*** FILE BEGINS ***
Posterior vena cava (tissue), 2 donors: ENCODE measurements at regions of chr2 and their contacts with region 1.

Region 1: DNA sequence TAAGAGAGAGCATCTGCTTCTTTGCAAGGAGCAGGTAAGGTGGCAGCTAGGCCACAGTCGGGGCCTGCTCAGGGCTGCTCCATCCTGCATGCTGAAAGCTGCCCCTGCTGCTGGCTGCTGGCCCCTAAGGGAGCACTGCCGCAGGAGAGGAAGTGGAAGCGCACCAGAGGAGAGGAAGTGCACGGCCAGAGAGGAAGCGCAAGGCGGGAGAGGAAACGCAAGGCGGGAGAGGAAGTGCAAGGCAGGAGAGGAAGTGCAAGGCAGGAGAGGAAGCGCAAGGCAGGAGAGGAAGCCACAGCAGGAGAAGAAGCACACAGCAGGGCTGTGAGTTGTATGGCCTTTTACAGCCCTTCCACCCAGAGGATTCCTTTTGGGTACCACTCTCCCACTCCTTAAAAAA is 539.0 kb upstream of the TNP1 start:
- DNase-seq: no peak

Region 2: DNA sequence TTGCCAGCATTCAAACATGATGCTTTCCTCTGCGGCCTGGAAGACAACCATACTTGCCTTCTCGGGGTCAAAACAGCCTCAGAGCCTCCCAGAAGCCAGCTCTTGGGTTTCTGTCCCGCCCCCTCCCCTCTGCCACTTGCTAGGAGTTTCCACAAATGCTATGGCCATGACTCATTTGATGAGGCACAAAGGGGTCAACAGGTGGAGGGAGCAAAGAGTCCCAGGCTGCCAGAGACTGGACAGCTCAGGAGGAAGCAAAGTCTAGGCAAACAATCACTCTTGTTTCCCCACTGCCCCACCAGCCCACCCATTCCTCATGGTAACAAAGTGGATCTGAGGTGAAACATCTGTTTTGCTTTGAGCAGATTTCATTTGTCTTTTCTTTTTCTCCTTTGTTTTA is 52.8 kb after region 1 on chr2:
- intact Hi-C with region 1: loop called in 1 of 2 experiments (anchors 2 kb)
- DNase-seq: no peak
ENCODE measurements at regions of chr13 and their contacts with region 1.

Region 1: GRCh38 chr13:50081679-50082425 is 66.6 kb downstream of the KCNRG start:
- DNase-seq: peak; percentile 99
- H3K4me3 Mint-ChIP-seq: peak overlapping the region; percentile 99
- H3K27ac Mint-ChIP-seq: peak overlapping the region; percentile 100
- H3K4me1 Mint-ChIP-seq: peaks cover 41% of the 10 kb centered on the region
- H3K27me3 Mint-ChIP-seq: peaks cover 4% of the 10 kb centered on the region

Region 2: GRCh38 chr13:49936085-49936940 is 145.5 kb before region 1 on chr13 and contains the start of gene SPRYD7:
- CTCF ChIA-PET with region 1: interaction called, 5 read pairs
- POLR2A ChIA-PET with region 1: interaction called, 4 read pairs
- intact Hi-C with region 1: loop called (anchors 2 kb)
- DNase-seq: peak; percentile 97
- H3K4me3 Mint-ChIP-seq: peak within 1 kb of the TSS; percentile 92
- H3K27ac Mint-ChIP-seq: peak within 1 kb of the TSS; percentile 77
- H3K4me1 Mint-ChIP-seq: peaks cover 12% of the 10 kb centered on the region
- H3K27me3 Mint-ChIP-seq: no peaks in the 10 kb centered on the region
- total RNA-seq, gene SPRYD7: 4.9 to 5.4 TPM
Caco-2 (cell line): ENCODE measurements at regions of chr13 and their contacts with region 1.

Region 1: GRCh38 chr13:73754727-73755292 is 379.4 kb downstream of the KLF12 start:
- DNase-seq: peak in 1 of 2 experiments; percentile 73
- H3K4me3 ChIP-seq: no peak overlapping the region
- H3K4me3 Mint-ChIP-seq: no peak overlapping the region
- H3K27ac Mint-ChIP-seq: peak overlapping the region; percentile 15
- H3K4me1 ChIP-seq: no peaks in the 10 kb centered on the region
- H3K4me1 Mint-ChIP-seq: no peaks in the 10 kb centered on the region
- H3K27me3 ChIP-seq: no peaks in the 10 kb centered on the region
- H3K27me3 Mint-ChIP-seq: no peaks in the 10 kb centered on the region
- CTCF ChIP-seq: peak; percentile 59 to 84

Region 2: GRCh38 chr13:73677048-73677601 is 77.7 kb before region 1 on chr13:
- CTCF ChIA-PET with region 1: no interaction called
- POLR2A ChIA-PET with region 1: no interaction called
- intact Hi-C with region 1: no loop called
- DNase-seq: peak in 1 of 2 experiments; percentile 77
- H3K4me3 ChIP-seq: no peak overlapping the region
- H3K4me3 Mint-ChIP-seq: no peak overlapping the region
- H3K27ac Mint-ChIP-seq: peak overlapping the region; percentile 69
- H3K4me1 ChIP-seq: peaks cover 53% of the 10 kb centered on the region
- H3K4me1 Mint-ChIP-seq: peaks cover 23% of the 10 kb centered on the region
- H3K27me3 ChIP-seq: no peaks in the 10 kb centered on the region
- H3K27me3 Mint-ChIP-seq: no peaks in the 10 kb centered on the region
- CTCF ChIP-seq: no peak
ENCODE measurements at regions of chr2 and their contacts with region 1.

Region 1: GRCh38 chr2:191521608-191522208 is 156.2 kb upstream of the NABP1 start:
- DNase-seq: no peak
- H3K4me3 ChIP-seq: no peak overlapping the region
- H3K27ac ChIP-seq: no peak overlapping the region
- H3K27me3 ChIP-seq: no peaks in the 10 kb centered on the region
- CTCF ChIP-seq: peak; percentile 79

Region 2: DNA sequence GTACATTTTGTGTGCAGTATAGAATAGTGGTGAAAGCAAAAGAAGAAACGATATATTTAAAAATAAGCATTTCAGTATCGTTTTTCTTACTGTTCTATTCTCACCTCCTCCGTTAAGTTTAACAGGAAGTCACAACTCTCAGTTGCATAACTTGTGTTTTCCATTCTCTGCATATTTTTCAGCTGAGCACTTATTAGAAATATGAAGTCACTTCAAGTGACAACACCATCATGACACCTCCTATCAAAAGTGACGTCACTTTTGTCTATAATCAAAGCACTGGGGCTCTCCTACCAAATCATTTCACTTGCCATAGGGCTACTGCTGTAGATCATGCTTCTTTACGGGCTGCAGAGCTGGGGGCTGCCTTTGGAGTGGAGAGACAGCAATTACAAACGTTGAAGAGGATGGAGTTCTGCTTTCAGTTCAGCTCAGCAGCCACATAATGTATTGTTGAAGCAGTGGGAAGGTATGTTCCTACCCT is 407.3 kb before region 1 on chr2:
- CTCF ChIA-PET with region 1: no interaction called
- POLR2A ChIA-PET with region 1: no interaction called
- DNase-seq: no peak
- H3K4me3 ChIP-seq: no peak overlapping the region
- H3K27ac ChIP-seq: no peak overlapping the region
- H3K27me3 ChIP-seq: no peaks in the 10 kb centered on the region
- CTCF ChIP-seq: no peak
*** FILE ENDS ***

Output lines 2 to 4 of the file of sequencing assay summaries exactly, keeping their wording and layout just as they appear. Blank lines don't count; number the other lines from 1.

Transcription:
Region 1: DNA sequence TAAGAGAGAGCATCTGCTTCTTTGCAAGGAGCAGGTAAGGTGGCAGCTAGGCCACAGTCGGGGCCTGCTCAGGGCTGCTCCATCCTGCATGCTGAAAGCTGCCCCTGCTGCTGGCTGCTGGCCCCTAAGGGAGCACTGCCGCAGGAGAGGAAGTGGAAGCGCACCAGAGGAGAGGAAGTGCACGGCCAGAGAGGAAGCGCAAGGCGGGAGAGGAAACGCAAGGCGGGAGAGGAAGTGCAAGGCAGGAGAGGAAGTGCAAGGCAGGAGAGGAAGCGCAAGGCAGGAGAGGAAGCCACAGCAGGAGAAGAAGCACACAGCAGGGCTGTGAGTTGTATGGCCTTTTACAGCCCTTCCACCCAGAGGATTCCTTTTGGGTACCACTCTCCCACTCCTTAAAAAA is 539.0 kb upstream of the TNP1 start:
- DNase-seq: no peak

Region 2: DNA sequence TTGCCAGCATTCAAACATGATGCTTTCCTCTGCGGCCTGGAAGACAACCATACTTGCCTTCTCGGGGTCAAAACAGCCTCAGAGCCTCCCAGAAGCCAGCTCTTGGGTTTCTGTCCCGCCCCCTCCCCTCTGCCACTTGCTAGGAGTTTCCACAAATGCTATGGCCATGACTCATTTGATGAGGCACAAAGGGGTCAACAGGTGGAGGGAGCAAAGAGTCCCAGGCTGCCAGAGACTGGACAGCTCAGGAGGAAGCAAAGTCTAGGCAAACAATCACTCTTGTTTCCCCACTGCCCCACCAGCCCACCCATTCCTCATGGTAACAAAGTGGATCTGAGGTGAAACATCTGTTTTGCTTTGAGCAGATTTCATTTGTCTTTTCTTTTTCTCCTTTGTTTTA is 52.8 kb after region 1 on chr2: